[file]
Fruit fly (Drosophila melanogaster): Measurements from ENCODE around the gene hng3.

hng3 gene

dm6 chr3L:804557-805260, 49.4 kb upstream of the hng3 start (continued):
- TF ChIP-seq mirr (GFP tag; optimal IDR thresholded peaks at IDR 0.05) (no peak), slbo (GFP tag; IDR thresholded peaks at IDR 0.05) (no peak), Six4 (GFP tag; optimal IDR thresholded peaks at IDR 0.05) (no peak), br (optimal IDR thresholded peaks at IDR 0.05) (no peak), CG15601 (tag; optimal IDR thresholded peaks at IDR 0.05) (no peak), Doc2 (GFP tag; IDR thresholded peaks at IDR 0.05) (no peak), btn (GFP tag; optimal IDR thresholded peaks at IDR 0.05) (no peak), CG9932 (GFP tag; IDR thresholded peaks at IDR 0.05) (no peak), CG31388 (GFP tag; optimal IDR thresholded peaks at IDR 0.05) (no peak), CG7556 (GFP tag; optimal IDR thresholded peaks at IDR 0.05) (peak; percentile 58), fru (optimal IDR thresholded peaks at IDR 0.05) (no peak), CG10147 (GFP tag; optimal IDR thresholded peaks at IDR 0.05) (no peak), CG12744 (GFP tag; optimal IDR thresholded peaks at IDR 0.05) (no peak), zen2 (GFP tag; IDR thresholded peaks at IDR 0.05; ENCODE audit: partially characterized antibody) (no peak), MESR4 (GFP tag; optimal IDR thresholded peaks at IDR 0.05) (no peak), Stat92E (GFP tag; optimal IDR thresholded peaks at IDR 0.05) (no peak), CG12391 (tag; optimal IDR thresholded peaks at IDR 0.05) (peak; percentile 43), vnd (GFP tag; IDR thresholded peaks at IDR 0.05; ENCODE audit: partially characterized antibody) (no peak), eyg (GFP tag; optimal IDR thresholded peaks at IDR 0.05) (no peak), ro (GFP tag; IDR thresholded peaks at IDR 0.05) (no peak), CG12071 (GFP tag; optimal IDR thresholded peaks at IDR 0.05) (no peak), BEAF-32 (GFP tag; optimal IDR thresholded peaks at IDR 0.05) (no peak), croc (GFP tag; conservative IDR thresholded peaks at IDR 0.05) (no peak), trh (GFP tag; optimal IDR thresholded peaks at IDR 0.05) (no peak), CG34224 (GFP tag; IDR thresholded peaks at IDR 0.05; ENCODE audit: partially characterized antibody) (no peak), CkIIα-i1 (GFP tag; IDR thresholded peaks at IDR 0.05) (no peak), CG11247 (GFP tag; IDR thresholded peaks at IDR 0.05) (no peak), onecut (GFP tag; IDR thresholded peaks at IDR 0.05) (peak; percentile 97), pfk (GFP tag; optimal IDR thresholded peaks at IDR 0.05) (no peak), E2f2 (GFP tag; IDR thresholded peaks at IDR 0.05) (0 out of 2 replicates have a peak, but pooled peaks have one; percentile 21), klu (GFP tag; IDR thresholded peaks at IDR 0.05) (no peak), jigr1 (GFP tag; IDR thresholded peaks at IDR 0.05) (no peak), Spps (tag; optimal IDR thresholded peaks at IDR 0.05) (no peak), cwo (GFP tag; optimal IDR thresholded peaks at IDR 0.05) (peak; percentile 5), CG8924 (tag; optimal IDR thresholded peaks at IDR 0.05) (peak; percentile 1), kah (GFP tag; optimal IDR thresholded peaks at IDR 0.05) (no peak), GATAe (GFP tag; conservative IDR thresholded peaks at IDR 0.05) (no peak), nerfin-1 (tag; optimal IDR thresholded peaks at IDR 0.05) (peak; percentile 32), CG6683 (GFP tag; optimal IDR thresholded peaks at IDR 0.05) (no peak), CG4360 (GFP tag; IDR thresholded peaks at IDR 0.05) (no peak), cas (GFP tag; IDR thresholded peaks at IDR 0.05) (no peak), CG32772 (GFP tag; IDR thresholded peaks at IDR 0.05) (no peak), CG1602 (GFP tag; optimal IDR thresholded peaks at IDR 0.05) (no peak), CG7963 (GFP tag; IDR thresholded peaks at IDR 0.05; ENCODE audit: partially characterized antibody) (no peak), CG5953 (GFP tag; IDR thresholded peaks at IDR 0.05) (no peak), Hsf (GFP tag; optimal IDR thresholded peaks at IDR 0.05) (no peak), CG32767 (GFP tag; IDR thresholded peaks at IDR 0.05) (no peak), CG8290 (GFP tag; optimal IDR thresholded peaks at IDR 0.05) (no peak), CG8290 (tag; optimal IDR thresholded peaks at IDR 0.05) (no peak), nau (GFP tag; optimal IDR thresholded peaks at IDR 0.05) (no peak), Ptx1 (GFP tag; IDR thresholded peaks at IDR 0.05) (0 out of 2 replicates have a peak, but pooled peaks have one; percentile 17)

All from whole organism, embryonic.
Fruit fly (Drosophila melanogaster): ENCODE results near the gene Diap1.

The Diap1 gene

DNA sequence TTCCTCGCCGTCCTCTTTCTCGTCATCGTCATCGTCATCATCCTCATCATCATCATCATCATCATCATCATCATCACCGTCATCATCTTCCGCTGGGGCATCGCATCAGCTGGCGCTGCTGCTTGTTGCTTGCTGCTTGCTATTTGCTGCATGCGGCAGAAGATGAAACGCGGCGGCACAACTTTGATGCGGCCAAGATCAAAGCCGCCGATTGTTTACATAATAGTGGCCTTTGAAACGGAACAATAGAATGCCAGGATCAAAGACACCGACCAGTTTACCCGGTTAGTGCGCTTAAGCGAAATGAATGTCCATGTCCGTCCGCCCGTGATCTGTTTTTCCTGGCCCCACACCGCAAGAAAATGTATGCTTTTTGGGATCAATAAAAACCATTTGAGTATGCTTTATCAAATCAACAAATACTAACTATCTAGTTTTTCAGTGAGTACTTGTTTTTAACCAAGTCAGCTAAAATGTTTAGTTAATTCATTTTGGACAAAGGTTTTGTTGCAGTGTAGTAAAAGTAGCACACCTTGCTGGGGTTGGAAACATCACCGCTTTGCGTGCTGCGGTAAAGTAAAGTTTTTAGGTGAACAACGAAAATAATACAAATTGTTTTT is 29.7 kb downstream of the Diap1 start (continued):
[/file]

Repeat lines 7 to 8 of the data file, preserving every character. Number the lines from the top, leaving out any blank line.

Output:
The Diap1 gene

DNA sequence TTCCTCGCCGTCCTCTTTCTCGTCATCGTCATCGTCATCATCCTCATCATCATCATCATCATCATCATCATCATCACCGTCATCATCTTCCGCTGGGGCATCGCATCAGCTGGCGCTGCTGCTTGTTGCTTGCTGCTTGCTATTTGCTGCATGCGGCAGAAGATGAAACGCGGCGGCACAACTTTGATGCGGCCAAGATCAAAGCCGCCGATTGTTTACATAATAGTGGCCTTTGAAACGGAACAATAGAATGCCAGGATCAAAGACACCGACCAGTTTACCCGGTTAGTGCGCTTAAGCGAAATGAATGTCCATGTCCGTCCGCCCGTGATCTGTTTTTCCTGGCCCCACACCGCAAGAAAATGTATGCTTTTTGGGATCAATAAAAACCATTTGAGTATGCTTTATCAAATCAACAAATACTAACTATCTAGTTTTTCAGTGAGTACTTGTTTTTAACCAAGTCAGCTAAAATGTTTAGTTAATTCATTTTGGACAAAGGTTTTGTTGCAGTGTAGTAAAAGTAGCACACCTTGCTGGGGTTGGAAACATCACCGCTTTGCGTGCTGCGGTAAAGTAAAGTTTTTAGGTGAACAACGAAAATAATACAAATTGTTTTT is 29.7 kb downstream of the Diap1 start (continued):